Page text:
Posts Tagged ‘Face Value’
Wednesday, September 28th, 2011
Generally speaking, there are three types of communication. The first two are:
1. That which contains important content
2. That which is presented in an engaging way
Most of the time, we seem to be on the receiving end of 1 or 2 – which means either worthy-but-dull or entertaining-but-empty.
Occasionally, these two circles overlap in a Venn diagram of communication, and bingo! Number 3 – something worthwhile meets time enjoyably spent.
Like supporters of a struggling football club, we attend conferences and meetings expecting #1 or #2, and hoping for the rare chance of #3. It’s like an away win for Lincoln City – to be savoured and remembered for a long time to come.
That’s just what Morgan Spurlock has achieved with his newly-posted TED talk.
TO PLUG OR NOT TO PLUG?
For those who don’t know, Spurlock is the Supersize Me campaigner / documentary maker who tried living on McDonald’s for 30 days. At face value, this TED video is just an indy film maker plugging his new project – and duping people like me into helping him.
I sit, gullible as charged.
Alternatively, it’s 20 minutes of inspired brilliance,that works on so many levels, with lessons for anyone who’s in marketing, in business, needs to communicate, needs to take a risk, has a left-field idea or, indeed, has a pulse:
HOW TO ENGAGE
- it’s a MASTER CLASS in presenting. Talk, text, graphics, video, humour, audience participation – an orchestra of techniques all working together, with Spurlock as soloist and conductor.
- it’s BEAUTIFULLY STRUCTURED. After a brief credentials intro, he sets up a question, then only resolves it in the final minute. And while he plays out the other subplots in between, it’s the opening teaser that holds us in. And the pay-off… well, that would be telling.
HOW TO GIVE VALUE
- it’s CONTENT-RICH. Look – I don’t care if his ultimate motive is to plug his film. He does it by giving me lots to think about. He doesn’t insult the viewer’s intelligence; he flatters it.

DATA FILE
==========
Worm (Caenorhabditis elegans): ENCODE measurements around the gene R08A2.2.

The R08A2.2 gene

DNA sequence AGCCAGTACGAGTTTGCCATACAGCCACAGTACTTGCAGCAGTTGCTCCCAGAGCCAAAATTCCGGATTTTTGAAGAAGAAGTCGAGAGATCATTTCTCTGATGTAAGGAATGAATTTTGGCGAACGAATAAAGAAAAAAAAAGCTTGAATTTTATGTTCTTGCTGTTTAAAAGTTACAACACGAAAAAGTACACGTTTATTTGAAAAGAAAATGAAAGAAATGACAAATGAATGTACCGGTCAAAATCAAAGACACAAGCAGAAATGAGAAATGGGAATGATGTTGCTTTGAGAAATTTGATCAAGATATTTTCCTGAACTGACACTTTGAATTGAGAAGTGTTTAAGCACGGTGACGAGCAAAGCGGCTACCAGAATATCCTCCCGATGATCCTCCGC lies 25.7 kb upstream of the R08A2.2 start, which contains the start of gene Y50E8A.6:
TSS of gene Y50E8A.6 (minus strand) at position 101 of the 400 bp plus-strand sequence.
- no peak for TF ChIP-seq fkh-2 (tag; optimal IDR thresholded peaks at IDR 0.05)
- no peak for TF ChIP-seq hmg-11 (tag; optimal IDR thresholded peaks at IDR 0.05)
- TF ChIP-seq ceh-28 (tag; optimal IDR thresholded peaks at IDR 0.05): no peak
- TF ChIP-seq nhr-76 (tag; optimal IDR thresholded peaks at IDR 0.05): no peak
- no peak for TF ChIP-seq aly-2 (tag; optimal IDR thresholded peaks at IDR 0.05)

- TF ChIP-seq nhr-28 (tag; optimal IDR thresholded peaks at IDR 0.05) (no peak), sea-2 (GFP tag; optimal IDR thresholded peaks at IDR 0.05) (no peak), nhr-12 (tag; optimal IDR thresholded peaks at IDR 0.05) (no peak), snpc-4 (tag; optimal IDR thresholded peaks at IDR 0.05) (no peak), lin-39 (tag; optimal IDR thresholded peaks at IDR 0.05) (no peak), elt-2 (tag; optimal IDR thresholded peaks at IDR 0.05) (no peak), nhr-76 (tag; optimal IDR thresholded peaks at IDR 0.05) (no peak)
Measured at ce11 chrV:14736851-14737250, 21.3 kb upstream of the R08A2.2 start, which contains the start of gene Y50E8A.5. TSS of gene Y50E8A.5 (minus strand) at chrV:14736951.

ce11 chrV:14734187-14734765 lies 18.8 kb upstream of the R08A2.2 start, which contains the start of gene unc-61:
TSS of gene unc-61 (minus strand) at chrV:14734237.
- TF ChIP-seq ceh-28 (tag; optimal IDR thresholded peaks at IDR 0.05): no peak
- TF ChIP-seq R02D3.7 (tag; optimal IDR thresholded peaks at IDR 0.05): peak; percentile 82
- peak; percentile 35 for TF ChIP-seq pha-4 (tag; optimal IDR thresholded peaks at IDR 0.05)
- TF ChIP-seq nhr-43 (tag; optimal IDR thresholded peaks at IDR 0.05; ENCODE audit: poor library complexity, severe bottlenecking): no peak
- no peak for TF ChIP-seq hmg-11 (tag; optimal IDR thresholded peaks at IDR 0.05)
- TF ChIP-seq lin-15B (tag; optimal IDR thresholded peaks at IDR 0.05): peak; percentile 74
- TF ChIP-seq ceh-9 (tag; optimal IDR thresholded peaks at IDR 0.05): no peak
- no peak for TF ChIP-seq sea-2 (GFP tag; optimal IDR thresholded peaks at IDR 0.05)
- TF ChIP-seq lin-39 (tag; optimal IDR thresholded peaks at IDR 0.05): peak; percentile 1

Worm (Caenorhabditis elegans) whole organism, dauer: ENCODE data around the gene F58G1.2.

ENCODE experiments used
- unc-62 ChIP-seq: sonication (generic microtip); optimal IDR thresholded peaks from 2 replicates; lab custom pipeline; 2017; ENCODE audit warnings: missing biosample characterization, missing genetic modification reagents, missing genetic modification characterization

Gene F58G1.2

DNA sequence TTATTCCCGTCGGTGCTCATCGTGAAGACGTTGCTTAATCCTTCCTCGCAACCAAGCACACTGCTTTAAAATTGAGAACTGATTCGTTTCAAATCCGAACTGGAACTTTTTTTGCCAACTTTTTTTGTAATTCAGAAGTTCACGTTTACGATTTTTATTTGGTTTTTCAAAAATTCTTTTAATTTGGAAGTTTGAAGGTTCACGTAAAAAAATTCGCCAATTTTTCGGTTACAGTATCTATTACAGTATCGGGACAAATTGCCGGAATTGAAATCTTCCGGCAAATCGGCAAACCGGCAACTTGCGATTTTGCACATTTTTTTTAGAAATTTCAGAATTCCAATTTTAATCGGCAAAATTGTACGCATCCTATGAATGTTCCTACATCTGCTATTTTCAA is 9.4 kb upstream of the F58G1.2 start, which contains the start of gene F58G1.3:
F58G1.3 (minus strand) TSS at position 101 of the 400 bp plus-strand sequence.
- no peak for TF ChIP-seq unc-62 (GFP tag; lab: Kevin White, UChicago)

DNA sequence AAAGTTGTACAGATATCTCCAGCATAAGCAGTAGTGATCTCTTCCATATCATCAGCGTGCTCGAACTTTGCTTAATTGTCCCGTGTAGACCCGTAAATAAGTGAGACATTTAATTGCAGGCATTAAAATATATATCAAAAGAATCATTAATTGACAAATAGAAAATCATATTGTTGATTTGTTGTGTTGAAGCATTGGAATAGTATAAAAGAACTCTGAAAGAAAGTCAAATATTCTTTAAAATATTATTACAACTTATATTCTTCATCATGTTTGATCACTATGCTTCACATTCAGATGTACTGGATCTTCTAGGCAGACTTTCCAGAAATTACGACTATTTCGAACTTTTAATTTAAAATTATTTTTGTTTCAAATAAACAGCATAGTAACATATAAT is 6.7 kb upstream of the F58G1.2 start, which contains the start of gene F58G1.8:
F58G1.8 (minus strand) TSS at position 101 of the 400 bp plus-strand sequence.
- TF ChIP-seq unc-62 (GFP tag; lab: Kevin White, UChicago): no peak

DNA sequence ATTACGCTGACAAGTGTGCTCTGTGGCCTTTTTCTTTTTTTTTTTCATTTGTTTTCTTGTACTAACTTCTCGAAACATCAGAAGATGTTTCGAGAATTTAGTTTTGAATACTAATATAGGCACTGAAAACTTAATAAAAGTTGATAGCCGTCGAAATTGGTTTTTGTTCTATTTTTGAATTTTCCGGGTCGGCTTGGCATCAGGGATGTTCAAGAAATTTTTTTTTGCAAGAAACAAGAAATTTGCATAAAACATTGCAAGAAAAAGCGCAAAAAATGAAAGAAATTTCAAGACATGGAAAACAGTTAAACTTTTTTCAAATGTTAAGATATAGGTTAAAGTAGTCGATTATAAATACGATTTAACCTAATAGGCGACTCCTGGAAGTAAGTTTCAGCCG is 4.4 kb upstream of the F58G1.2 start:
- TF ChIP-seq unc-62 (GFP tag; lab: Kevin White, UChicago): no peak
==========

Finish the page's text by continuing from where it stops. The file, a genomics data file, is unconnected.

- it’s SELF-CONTAINED and valuable in-and-of-itself. We don’t have to watch his film when it’s released; he’s giving us the gist of the work in a short seminar. For free
HOW TO CHALLENGE
- it’s a CREATIVE DEMONSTRATION of his central premise: like the Masked Magician showing us how tricks are done, Spurlock also shows us how he prepared to show us. “This is how my movie got made – with or without the help of the corporate sorcerer’s and their apprentices.”
- it’s PARTICIPATIVE: unlike the Masked Magician, he eventually enlists the help of some fellow illusionists (his sponsors) to help him pull the curtain back – and in doing so, they come out with full credit. It might not win them many friends in the rest of the Magic Circle – especially their marketing agencies – but I bet it generates huge credibility with their customers (Might this be a Corporate Social Responsibility project in disguise?).
- it’s a CASE STUDY on the difficulty of genuinely thinking ‘outside of the box’. Creative agencies can be as hamstrung by their existing mental models as the rest of us. Spurlock offers them an opportunity to be involved in something different – and they hide! After you’ve finished laughing, consider what client-and– self-imposed boundaries kept them from taking the risk